Our annual Top Companies issue is our most-requested issue all year long. Editor Hannah Wallace spends months tracking down, researching and ranking the Manatee and Sarasota companies that gross more than $20 million in annual revenues. The story provides a snapshot of how our largest companies are faring, and that’s valuable information for anyone who does business here or wants to.
This year’s ranking reflects the struggling local economy in 2009. Total top company revenues went from $14.7 billion the previous year to $14 billion this year. Payrolls have been shrinking as well, leading to 12 percent unemployment.
That’s why, on Aug. 24, Sarasota voters will see a question on their ballots asking if they want to grant property tax exemptions to new businesses and existing businesses that want to expand. The aim is to attract and retain companies that promise to create good jobs and expand our economy beyond tourism and construction. The initiative has won the support of a surprising coalition, from the business boosterish Argus Foundation to the slow-growth advocates at the Sierra Club, Citizens for Sensible Growth and the Council of Neighborhood Associations.
Companies that apply for these exemptions must go through a screening process and be scored on the number and type of jobs and capital investment they will bring to Sarasota. The amount of the exemption—up to a 100 percent exemption on property taxes and personal tangible taxes for 10 years—will depend on how each company scores.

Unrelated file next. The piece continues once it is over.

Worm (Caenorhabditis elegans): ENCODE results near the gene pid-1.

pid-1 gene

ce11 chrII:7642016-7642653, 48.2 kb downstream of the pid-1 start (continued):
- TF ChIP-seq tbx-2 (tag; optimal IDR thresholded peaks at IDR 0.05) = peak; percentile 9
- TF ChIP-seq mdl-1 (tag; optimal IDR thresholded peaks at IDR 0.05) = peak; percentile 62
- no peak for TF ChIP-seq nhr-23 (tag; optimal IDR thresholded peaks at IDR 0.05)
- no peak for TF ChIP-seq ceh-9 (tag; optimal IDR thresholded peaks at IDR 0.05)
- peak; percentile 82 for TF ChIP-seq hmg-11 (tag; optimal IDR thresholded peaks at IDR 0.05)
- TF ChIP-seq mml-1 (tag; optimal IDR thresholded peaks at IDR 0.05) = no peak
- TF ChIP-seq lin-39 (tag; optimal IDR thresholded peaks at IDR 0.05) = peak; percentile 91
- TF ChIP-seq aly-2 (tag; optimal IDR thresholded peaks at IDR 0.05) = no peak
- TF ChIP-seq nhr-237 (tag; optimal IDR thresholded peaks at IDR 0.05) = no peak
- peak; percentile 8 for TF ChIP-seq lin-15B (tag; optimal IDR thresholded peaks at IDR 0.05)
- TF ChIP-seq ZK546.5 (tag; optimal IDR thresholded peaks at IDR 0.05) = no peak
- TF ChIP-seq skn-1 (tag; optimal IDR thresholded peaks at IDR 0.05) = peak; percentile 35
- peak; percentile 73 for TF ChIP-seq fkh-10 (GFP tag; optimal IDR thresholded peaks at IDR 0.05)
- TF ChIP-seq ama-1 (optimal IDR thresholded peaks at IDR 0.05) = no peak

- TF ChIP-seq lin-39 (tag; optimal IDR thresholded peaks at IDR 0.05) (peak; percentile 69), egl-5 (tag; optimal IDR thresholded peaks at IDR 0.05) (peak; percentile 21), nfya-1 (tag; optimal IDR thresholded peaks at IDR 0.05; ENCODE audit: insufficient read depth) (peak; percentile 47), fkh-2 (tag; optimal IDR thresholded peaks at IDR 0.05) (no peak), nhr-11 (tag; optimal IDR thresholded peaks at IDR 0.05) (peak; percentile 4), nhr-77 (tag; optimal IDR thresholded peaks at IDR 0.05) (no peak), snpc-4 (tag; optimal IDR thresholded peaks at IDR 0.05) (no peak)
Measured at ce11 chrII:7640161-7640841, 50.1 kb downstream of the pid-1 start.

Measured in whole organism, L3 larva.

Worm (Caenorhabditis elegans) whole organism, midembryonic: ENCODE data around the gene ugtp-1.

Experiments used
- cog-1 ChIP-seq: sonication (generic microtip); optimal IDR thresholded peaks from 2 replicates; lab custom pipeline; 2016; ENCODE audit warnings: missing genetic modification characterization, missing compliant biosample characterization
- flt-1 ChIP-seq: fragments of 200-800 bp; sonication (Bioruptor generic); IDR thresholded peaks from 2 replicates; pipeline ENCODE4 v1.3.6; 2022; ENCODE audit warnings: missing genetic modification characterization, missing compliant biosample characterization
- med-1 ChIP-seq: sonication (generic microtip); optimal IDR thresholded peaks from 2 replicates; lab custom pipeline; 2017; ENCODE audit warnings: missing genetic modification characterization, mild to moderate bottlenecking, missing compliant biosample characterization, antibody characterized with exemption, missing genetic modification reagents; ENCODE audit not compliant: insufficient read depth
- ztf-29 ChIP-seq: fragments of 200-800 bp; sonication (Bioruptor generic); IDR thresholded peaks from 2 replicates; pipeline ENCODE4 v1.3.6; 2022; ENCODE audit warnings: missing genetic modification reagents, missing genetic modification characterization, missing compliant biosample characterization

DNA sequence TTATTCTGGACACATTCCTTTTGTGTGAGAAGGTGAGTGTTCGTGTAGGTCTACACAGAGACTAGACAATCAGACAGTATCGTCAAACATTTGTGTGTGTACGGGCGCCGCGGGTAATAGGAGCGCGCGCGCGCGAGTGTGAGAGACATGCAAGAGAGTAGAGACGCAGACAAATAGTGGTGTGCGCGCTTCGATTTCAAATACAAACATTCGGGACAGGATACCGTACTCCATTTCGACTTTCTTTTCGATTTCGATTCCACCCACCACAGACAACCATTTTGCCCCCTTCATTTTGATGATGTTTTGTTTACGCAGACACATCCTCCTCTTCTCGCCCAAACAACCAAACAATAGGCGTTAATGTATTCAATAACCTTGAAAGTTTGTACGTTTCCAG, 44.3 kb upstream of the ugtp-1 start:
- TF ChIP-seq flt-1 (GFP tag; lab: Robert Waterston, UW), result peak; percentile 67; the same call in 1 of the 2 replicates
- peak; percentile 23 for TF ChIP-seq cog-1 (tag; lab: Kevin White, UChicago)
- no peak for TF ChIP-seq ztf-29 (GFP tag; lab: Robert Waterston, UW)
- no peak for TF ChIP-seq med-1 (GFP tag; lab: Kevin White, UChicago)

What will it cost us? Lost property taxes if a bunch of companies would have moved here without exemptions, and that’s impossible to predict. Otherwise, there should be no significant cost to taxpayers, and if the exemptions do attract and retain companies, we could see new capital investment, new jobs and workers who buy homes, pay taxes and shop in our stores.
Venice-based PGT’s director of finance Brad West says that in 2006, his company opened a facility in a county in North Carolina because it offered a 75 percent reduction in property taxes. “It worked for us. We needed a bigger building, and when a company moves it looks at all the economics,” he says. “Property taxes are money you could invest in jobs and machinery, so it’s a substantial savings.”
Ron Maloney, the new executive vice president at the Economic Development Corporation of Sarasota County, says the companies they want to attract will not be big-box retailers with low overhead and cheap, unskilled labor. “This is just one more tool in the toolbox so we can compete,” he says.
This exemption shouldn’t cost us, and it may pay off. Vote yes on the Economic Development Ad Valorem (Property) Tax Exemptions.